Bathrooms on Houseboats

blue houseboat

The main difference between a home and a houseboat is obvious. A home is one land and a houseboat is on water. The second biggest difference is the bathroom.

This might depend on the quality of houseboat you live in, but bathrooms on houseboats are not as nice as bathrooms in homes. Why?


You need a water heater for hot water and most houseboats do not have a water heater. You will need to be willing to take cold showers if you want to live on a standard houseboat. Our advice is to shower during the daytime if possible in order for the hot outdoor weather to warm you up fast.


To create the same amount of water pressure a standard faucet in a home produces, you must turn on the water pressure valve in a houseboat. The water will pour out of the valve fast when turned on. This strains the boat so do not leave the valve on for any longer than absolutely necessary. If you forget to turn off the water valve you will drain your freshwater tank very fast.

Most houseboat owners do not drink water from their tank either. The water is not fresh. Houseboat owners will often just drink bottle water instead.


Not all toilets on houseboats have a standard flusher on them. You need to turn the toilet to the fill valve for the toilet to fill up then use a plunger to pump the toilet until the water clears out then turn the switch on the toilet to the drain function. Then turn the fill on a again and plunge a few more times until the toilet bowl is filled with fresh water again.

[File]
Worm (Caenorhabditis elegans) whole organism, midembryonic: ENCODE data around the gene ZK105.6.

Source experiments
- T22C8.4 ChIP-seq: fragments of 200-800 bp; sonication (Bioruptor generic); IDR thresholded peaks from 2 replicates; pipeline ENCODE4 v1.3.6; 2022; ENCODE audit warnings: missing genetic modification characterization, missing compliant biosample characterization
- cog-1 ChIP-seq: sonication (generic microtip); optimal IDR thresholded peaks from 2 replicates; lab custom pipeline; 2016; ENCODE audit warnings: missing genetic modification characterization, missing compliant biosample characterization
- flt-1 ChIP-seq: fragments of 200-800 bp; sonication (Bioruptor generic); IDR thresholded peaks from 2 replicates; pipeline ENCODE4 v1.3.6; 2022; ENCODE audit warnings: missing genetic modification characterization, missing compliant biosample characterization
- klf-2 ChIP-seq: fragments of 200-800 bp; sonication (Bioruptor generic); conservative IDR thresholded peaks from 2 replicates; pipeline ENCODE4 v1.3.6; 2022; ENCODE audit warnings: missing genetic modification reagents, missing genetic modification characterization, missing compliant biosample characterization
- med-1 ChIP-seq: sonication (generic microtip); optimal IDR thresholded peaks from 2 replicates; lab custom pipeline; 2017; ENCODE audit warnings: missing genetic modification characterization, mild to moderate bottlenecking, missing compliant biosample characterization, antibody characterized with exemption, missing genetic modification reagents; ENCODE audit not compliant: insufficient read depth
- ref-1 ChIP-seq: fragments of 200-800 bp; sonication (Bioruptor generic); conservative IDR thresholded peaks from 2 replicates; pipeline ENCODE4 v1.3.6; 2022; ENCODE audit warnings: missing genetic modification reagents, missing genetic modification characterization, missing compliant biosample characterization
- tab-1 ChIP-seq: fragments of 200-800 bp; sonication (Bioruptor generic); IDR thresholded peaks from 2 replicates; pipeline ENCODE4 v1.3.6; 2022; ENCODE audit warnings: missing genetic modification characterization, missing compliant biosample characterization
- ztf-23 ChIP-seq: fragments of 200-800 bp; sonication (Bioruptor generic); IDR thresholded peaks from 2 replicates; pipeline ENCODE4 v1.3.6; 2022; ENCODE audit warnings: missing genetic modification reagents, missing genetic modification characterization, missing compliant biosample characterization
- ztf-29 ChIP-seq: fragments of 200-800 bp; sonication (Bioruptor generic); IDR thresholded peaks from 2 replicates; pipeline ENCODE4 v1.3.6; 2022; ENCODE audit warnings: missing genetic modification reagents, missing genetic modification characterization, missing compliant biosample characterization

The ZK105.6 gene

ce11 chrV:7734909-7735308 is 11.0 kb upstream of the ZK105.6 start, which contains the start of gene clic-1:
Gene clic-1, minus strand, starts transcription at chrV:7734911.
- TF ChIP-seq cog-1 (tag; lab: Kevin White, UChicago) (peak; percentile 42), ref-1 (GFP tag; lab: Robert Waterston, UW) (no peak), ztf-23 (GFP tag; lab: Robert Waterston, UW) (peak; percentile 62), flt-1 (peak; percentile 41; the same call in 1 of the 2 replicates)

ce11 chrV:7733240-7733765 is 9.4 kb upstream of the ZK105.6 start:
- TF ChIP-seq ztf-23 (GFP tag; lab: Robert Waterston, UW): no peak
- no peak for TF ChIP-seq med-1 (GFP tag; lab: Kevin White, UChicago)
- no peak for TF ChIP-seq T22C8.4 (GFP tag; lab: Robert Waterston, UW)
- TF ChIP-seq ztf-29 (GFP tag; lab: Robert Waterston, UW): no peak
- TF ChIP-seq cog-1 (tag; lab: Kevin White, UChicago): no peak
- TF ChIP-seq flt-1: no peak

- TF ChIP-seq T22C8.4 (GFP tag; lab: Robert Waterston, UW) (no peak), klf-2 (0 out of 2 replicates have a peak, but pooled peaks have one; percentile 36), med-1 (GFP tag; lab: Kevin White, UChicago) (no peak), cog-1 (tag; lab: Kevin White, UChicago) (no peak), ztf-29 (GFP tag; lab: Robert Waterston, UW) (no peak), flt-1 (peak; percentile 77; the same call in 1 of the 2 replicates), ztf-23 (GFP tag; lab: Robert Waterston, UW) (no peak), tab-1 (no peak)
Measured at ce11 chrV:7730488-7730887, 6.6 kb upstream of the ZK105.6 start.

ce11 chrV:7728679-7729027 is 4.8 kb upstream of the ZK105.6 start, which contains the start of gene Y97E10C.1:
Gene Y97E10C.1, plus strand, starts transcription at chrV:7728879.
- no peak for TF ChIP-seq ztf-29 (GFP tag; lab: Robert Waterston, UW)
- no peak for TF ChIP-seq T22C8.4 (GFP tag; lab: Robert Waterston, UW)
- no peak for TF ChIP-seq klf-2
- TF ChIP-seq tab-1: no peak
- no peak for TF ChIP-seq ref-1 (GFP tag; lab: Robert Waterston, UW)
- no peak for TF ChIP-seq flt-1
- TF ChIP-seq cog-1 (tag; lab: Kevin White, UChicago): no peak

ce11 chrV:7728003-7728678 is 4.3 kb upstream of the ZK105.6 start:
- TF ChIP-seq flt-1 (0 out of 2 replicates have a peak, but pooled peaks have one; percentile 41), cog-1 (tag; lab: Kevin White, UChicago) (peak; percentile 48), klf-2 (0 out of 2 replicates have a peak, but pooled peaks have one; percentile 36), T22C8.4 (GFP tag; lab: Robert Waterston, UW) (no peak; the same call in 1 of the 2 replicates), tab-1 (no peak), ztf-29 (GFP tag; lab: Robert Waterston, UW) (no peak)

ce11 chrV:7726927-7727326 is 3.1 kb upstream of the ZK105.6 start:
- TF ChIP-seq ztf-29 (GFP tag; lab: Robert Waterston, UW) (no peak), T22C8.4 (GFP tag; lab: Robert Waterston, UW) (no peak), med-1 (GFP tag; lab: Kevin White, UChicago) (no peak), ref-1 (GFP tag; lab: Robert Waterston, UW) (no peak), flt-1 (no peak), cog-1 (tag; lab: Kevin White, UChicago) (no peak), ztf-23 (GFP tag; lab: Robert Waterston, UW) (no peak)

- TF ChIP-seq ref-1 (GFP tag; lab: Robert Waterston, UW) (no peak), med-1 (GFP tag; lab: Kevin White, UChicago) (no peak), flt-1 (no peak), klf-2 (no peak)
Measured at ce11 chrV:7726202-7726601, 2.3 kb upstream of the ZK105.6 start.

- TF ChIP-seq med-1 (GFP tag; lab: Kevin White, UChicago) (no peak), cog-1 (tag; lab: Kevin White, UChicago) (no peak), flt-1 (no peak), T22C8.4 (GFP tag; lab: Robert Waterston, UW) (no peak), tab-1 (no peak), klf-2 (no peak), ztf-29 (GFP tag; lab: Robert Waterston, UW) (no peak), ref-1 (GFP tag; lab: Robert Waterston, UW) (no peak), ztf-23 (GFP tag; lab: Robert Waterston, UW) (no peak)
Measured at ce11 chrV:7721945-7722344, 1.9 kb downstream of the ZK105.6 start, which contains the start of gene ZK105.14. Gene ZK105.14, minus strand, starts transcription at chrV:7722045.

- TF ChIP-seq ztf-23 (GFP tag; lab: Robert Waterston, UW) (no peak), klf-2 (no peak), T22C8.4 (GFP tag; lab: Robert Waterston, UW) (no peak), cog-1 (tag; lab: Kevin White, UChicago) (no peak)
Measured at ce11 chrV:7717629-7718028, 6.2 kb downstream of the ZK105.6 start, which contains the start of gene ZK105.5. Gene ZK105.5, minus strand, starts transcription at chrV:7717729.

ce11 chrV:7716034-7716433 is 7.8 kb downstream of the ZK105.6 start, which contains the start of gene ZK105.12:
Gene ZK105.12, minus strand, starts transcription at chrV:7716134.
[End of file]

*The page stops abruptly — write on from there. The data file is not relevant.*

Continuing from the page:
This is not true of all houseboat toilets but it is something to be aware of. You should also be careful not to flush toilet paper down the toilet either. The pressure is not strong enough. You need a garbage bag for immediate disposal to prevent the bathroom filling up with used toilet paper.

If you can afford a houseboat with a fully functioning bathroom, we recommend it. But if not, you should be aware of these factors before deciding to move from a home to live on a houseboat.